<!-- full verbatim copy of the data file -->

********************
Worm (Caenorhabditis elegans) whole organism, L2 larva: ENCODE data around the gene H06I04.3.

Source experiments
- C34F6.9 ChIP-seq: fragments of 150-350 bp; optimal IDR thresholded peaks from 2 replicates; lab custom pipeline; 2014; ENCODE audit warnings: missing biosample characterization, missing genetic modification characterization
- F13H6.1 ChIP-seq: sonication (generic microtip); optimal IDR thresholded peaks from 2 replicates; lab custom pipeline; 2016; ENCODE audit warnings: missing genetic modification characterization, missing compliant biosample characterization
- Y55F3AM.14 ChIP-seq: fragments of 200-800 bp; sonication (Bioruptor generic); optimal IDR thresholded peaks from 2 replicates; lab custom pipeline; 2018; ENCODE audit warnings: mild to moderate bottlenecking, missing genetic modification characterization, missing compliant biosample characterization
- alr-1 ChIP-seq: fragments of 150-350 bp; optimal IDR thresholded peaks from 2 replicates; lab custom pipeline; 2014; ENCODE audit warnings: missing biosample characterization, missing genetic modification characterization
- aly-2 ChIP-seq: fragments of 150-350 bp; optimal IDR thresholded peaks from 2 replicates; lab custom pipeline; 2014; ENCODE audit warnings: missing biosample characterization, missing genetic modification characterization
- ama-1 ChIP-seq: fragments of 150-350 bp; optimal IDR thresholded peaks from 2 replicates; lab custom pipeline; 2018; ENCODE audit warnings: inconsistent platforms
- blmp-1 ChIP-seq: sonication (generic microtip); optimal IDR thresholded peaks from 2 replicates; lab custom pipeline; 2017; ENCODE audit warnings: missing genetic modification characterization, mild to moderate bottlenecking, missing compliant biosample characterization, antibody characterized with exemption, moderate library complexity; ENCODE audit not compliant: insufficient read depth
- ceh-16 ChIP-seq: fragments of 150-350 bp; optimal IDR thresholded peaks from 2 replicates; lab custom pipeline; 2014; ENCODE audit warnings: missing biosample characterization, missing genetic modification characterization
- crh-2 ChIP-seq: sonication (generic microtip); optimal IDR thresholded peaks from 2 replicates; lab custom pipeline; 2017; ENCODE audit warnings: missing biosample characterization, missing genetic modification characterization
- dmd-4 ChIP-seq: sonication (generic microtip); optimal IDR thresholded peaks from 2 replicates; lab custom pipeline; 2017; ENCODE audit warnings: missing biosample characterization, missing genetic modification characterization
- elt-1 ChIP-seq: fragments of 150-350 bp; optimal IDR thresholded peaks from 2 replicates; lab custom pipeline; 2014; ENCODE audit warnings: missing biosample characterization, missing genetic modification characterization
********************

Worm (Caenorhabditis elegans) whole organism, L2 larva: ENCODE data around the gene H06I04.3.

Source experiments
- C34F6.9 ChIP-seq: fragments of 150-350 bp; optimal IDR thresholded peaks from 2 replicates; lab custom pipeline; 2014; ENCODE audit warnings: missing biosample characterization, missing genetic modification characterization
- F13H6.1 ChIP-seq: sonication (generic microtip); optimal IDR thresholded peaks from 2 replicates; lab custom pipeline; 2016; ENCODE audit warnings: missing genetic modification characterization, missing compliant biosample characterization
- Y55F3AM.14 ChIP-seq: fragments of 200-800 bp; sonication (Bioruptor generic); optimal IDR thresholded peaks from 2 replicates; lab custom pipeline; 2018; ENCODE audit warnings: mild to moderate bottlenecking, missing genetic modification characterization, missing compliant biosample characterization
- alr-1 ChIP-seq: fragments of 150-350 bp; optimal IDR thresholded peaks from 2 replicates; lab custom pipeline; 2014; ENCODE audit warnings: missing biosample characterization, missing genetic modification characterization
- aly-2 ChIP-seq: fragments of 150-350 bp; optimal IDR thresholded peaks from 2 replicates; lab custom pipeline; 2014; ENCODE audit warnings: missing biosample characterization, missing genetic modification characterization
- ama-1 ChIP-seq: fragments of 150-350 bp; optimal IDR thresholded peaks from 2 replicates; lab custom pipeline; 2018; ENCODE audit warnings: inconsistent platforms
- blmp-1 ChIP-seq: sonication (generic microtip); optimal IDR thresholded peaks from 2 replicates; lab custom pipeline; 2017; ENCODE audit warnings: missing genetic modification characterization, mild to moderate bottlenecking, missing compliant biosample characterization, antibody characterized with exemption, moderate library complexity; ENCODE audit not compliant: insufficient read depth
- ceh-16 ChIP-seq: fragments of 150-350 bp; optimal IDR thresholded peaks from 2 replicates; lab custom pipeline; 2014; ENCODE audit warnings: missing biosample characterization, missing genetic modification characterization
- crh-2 ChIP-seq: sonication (generic microtip); optimal IDR thresholded peaks from 2 replicates; lab custom pipeline; 2017; ENCODE audit warnings: missing biosample characterization, missing genetic modification characterization
- dmd-4 ChIP-seq: sonication (generic microtip); optimal IDR thresholded peaks from 2 replicates; lab custom pipeline; 2017; ENCODE audit warnings: missing biosample characterization, missing genetic modification characterization
- elt-1 ChIP-seq: fragments of 150-350 bp; optimal IDR thresholded peaks from 2 replicates; lab custom pipeline; 2014; ENCODE audit warnings: missing biosample characterization, missing genetic modification characterization